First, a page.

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I have created an array thusly:

import numpy as np
data = np.zeros( (512,512,3), dtype=np.uint8)
data[256,256] = [255,0,0]

What I want this to do is display a single red dot in the center of a 512x512 image. (At least to begin with... I think I can figure out the rest from there)

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See also… although that one imposed the constraint that PIL could not be used. – Peter Hansen Apr 17 '10 at 18:01
up vote 28 down vote accepted

You could use PIL to create a still image:

from PIL import Image
import numpy as np

w, h = 512, 512
data = np.zeros((h, w, 3), dtype=np.uint8)
data[256, 256] = [255, 0, 0]
img = Image.fromarray(data, 'RGB')'my.png')
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This works beautifully. Thank you. – jlswint Apr 17 '10 at 18:23
It seems that there is a bug. You create array with size (w,h,3), but it should be (h,w,3), because indexing in PIL differs from indexing in numpy. There is related question:… – user502144 Dec 6 '15 at 18:57
@user502144: Thanks for pointing out my error. I should have created an array of shape (h,w,3). (It's now fixed, above.) The length of the first axis can be thought of as the number of rows in the array, and the length of the second axis, the number of columns. So (h, w) corresponds to an array of "height" h and "width" w. Image.fromarray converts this array into an image of height h and width w. – unutbu Dec 6 '15 at 20:47

Do you just mean this?

from matplotlib import pyplot as plt
plt.imshow(data, interpolation='nearest')
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This is more accurate than PIL. PIL rescales/normalizes the array values, whereas pyplot uses the actual RGB values as they are. – GaryO Jan 27 '13 at 14:08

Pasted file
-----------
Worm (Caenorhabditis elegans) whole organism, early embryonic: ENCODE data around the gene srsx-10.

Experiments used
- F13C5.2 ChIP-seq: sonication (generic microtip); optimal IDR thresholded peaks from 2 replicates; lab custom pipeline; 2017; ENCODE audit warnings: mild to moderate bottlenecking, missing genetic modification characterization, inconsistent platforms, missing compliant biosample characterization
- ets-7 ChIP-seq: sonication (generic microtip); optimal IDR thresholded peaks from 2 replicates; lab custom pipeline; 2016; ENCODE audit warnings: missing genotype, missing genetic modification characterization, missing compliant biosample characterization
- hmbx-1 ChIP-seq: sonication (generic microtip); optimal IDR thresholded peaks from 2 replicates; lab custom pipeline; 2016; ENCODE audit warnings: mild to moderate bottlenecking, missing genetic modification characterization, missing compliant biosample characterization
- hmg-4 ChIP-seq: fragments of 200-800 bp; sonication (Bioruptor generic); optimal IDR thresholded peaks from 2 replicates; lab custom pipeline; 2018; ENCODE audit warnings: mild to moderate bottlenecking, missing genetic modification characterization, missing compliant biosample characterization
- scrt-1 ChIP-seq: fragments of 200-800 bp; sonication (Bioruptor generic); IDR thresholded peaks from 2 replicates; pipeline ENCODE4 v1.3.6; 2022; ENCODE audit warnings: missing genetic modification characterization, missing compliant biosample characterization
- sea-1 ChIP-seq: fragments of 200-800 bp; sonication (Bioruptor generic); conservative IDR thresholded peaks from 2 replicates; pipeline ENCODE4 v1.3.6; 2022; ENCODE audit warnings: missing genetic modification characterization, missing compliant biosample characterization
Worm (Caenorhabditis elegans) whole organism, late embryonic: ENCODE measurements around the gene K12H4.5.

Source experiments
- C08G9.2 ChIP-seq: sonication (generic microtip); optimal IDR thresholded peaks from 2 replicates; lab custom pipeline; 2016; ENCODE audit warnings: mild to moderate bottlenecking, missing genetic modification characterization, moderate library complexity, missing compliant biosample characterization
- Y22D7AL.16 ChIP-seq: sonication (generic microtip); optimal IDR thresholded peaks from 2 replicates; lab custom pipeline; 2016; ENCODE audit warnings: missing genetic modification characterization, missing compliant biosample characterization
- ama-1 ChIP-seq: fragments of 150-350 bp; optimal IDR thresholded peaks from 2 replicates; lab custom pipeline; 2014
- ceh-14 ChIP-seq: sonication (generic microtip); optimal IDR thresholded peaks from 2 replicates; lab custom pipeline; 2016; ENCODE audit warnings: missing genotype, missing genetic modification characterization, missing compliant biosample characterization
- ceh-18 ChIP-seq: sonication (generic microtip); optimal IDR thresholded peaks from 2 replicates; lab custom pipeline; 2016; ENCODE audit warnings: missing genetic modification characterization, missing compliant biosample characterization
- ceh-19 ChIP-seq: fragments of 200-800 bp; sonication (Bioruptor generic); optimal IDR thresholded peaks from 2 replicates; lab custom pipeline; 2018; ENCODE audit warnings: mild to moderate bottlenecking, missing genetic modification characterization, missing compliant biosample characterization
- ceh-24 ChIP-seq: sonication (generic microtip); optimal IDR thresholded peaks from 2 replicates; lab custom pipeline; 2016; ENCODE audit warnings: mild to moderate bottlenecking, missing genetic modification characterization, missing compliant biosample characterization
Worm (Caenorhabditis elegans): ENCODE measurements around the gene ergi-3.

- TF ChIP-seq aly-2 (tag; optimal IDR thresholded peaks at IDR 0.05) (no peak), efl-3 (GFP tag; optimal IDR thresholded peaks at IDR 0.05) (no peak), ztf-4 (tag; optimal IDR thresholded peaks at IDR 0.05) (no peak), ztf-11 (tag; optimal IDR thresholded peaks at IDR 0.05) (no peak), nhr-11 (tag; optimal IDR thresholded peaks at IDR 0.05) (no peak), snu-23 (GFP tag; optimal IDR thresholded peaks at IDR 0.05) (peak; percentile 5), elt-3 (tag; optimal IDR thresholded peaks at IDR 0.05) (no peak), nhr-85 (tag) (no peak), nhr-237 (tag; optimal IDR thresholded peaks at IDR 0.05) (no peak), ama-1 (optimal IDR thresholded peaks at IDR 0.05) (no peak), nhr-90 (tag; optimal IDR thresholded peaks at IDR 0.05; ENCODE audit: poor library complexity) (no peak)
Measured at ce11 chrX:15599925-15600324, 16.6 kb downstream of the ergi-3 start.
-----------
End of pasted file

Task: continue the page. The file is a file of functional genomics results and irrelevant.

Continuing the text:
Thanks! deserve best answer's badge! – iamaziz Jan 24 at 9:28

Shortest path is to use scipy, like this:

from scipy.misc import toimage

This requires PIL to be installed as well.

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So this method is incompatible with python 3.5...? – bordeo Feb 5 at 23:48
@bordeo, why would it be incompatible with 3.5? It just an import and a couple of function calls. – Peter Hansen Feb 6 at 15:32
PIL is incompatible with 3.5 (won't install) – bordeo Feb 6 at 17:19
@bordeo So try Pillow instead. – Peter Hansen Feb 6 at 17:28
ooh, fancy. Thanks man. – bordeo Feb 6 at 18:10

Using pygame, you can open a window, get the surface as an array of pixels, and manipulate as you want from there. You'll need to copy your numpy array into the surface array, however, which will be much slower than doing actual graphics operations on the pygame surfaces themselves.

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The Python Imaging Library can display images using Numpy arrays. Take a look at this page for sample code:

EDIT: As the note on the bottom of that page says, you should check the latest release notes which make this much simpler:

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